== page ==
The DRB hearing took place over the course of two days. Pl.'s Resp. ¶ 9. Plaintiff had the opportunity to cross-examine some of the witness against him and to introduce multiple witnesses in his defense, although he alleges that he was not permitted to call " at least one" witness of his choice. See, e.g., Ex. D1A to Defs.' Mem. at 85-90 [Dkt. # 28-2] (transcript of DRB hearing); see also Pl.'s Statement of Material Facts ¶ 10 [Dkt. # 32] (" Pl.'s Statement" ). Plaintiff also complains that he was not given a copy of key witness statements before the hearing. Compl. ¶ 67. Plaintiff acknowledges, however, that he received the statements during the course of the proceedings.[4] Id. ¶ ¶ 36-37.

The DRB found plaintiff " guilty" of just one of the three charges, " Conduct Unbecoming," and it recommended a penalty of a 14-day suspension without pay. Pl.'s Resp. ¶ ¶ 12-13. Plaintiff was informed that he had the right to appeal this decision, but he declined to do so. Id. ¶ ¶ 14-15. Plaintiff was found " not guilty" of the other two charges, " Improper Associations" and " Outside Employment for Compensation or Voluntary Service." Id. ¶ 12.

Pursuant to General Order No. 2222, the DRB submitted its findings and recommendation to Chief Morse. Compl. ¶ 38; USCP Gen. Order No. 2222 at 7-8. Instead of adopting the DRB's recommendation, though, Chief Morse recommended to the CPB that plaintiff's employment be terminated. Pl.'s Resp. ¶ 16. In a memorandum explaining his decision, Chief Morse stated that he had " reviewed the

Page 132

Report of Investigation and exhibits, the Disciplinary Review Officer recommendation and supporting documents, and the Disciplinary Review Board hearing testimony and recommendation, as well as other Department documents." Ex. B to Defs.' Mem. at 1 [Dkt. # 27-3] (" Morse Mem." ). He stated that he based his recommendation of dismissal not only the DRB finding of " conduct unbecoming," but on the " totality of the circumstances." [5] Id. at 1, 6; Pl.'s Resp. ¶ 17. Chief Morse then laid out the grounds for his recommendation, including plaintiff's encounter with a founding member of the Hell's Angels, plaintiff's visit to the clubhouse of a Hell's Angels chapter, plaintiff's presence and alleged interactions with members of outlaw motorcycle clubs at certain events, photographs of plaintiff at outlaw motorcycle club clubhouses and with convicted felons, and plaintiff's alleged association with at least one white supremacist. Morse Mem. at 4-5. It is plaintiff's position that some of these alleged incidents were mischaracterized and that others never occurred at all, and he points out that the 2003 investigation yielded no disciplinary action, and that the DRB had rejected the charge of " improper associations." Compl. ¶ ¶ 14, 43; Pl.'s Resp. ¶ ¶ 20-22. Plaintiff further alleges that Chief Morse was truly motivated by discriminatory and improper considerations. Pl.'s Statement ¶ ¶ 17-19.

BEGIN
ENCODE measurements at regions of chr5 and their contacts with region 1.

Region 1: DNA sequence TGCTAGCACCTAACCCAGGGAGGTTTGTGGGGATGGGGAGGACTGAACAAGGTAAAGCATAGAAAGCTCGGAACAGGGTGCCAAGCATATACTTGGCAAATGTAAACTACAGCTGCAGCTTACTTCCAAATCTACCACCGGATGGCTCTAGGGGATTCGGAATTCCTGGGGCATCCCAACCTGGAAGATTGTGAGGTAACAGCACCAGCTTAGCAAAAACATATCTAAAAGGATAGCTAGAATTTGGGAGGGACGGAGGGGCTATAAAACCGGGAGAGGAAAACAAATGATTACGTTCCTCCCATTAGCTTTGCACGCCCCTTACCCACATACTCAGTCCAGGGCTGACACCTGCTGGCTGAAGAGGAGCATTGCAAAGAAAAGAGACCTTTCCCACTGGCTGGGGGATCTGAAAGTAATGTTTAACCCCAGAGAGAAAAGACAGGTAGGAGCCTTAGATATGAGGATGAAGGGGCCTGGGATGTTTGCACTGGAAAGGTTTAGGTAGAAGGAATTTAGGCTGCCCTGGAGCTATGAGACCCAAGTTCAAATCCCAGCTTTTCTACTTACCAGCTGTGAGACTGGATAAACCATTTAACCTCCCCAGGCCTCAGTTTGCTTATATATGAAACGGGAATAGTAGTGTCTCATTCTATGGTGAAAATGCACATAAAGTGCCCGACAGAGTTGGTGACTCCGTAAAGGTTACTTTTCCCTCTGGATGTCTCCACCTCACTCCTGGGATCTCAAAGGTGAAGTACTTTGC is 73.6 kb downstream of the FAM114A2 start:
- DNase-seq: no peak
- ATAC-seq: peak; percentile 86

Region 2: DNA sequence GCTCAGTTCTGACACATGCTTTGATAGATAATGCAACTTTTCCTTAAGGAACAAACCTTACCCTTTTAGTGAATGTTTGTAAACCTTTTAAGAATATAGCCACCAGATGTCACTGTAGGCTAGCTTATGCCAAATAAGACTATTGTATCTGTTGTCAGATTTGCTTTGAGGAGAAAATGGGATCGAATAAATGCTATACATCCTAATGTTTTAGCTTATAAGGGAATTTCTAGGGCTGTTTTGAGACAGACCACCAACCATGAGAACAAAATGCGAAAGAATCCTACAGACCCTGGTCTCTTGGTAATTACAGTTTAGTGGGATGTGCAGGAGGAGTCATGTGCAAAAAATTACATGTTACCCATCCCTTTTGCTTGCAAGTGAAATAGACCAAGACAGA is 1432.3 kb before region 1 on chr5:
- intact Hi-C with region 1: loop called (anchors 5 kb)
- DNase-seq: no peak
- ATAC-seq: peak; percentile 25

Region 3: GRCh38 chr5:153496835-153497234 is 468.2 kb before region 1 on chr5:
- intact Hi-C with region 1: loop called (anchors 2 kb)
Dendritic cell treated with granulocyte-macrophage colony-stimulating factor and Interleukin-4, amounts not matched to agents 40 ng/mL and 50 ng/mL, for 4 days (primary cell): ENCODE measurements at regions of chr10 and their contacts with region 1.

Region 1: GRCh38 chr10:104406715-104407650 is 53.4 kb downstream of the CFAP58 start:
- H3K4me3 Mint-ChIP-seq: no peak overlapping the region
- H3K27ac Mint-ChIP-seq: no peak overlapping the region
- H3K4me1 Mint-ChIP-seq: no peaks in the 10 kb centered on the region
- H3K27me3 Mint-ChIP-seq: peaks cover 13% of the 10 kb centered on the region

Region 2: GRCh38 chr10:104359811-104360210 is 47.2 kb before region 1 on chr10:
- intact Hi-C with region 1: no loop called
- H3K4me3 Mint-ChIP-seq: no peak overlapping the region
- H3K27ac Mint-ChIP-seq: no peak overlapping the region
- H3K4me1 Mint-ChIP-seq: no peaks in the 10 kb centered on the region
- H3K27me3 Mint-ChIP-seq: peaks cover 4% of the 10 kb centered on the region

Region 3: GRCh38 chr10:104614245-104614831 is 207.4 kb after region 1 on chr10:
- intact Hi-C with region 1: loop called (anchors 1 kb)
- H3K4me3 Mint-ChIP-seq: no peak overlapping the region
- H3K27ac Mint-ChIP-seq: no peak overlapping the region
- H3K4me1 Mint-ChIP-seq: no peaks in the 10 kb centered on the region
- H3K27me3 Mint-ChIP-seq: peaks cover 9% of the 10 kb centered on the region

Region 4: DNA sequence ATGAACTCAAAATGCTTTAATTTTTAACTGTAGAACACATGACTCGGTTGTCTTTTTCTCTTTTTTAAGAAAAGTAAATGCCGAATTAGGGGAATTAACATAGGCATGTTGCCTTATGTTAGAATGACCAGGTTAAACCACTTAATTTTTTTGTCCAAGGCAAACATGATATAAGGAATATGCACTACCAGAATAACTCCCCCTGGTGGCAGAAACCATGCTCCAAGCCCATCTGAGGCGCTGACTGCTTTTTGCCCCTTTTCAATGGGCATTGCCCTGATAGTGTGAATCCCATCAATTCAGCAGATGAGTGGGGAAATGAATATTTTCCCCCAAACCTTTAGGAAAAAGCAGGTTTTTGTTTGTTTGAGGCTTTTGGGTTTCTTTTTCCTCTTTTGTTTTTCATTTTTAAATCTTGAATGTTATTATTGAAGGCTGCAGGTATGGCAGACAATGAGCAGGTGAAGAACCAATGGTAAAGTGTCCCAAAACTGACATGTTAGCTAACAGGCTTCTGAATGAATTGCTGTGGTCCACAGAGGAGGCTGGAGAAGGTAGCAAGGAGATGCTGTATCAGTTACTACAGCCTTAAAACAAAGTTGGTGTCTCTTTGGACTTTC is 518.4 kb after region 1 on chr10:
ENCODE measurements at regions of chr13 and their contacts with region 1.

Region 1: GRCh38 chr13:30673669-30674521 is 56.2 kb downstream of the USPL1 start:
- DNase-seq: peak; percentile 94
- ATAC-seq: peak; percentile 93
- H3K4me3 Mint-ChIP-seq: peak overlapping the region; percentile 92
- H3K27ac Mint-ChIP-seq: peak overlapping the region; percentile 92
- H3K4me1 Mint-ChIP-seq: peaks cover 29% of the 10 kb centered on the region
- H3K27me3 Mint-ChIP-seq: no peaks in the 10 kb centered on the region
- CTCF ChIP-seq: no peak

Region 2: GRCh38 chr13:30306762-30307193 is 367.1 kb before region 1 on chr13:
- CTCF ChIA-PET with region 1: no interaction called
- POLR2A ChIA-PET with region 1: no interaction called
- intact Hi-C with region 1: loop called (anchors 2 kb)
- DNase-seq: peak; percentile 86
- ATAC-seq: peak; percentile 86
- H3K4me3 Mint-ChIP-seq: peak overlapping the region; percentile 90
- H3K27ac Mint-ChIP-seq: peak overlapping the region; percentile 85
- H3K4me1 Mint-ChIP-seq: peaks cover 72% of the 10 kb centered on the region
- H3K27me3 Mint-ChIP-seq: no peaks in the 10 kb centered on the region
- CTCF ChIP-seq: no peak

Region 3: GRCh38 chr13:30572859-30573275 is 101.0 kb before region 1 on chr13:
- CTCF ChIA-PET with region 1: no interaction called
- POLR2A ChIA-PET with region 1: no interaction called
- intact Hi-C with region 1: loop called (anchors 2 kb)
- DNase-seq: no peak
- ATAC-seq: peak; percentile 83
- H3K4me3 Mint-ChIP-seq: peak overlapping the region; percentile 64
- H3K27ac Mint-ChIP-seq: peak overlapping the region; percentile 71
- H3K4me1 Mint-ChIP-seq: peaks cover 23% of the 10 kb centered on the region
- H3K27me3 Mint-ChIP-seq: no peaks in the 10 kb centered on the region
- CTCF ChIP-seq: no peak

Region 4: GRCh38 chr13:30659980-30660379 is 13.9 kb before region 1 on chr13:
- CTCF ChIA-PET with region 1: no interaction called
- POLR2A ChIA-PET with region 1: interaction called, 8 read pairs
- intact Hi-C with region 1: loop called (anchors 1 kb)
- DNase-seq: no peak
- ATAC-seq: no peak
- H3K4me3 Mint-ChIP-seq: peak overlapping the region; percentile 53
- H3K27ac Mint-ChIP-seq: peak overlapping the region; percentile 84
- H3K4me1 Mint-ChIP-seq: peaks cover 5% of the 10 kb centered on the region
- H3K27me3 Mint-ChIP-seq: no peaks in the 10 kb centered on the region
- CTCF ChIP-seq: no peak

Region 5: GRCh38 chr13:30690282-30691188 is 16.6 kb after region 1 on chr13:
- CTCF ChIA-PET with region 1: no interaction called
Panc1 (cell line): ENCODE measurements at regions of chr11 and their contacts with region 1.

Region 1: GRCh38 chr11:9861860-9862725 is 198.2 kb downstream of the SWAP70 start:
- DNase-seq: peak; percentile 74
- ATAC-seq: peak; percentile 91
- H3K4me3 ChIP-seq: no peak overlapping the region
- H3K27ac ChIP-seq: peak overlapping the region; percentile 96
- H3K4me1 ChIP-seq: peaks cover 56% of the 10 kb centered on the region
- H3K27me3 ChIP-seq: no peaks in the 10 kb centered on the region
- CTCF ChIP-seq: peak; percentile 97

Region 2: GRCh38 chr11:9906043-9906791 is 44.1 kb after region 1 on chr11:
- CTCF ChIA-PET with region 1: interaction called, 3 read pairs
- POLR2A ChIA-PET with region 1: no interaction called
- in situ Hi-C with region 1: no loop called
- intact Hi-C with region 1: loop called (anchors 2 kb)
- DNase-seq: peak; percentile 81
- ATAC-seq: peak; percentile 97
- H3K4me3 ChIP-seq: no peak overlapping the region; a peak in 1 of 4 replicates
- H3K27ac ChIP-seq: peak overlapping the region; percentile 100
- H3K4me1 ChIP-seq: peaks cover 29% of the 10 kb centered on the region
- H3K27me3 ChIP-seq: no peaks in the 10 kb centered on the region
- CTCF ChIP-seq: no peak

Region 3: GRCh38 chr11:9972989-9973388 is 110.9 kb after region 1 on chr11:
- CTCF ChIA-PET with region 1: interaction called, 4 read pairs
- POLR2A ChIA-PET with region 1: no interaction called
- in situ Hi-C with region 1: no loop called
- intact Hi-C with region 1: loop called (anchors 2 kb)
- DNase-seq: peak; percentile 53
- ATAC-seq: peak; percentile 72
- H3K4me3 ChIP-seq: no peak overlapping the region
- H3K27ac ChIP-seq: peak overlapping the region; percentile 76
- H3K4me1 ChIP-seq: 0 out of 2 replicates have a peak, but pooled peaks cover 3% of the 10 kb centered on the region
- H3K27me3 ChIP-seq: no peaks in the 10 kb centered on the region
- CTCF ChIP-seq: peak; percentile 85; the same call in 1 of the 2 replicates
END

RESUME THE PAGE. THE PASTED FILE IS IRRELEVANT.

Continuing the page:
Prior to the CPB's final termination decision, plaintiff submitted a letter through counsel to the CPB Chairman, Terrance W. Gainer, arguing that Chief Morse had " commit[ted] no fewer than 12 misrepresentations of the evidentiary record" and requesting that Chairman Gainer affirm the DRB's recommendation of a 14-day suspension. Ex. G to Defs.' Mem. at 1, 4 [Dkt. # 27-7] (" Pl.'s Letter to Gainer" ).[6] Despite plaintiff's objections, the CPB approved Chief Morse's termination recommendation by a two-to-one vote. Ex. H to Defs.' Mem. [Dkt. # 27-8]. After his dismissal, plaintiff initiated a counseling and mediation process against the USCP, but not against the other defendants. Pl.'s Resp. ¶ 28. This process terminated unsuccessfully on January 16, 2012. Id.

II. Procedural Background

Plaintiff filed suit in this Court on April 20, 2012, alleging five causes of action against seven defendants. Compl. at 1-2. In Count One, plaintiff claims that defendants discriminated against him based on his age in violation of the Age Discrimination in Employment Act (" ADEA" ), 29 U.S.C. § 621 et seq. , as applied to the USCP through the Congressional Accountability Act (" CAA" ), 2 U.S.C. § 1302(a)(4) (2012). Compl. ¶ ¶ 50-57. Count Two asserts that defendants also discriminated against plaintiff on the basis of his race in violation of Title VII of the Civil Rights Act of 1964 (" Title VII" ), 42 U.S.C. § 2000e et seq. , as applied to the USCP through the CAA, 2 U.S.C. § 1302(a)(2). Compl. ¶ ¶ 58-62. In Count Three, plaintiff asserts that defendants violated his Fifth Amendment right to due process. Id. ¶ ¶ 63-69. Counts Four and Five allege violations of plaintiff's First Amendment rights to freedom of speech and association, respectively. Compl. ¶ ¶ 70-76. Plaintiff seeks reinstatement to his former position, back pay and other monetary relief,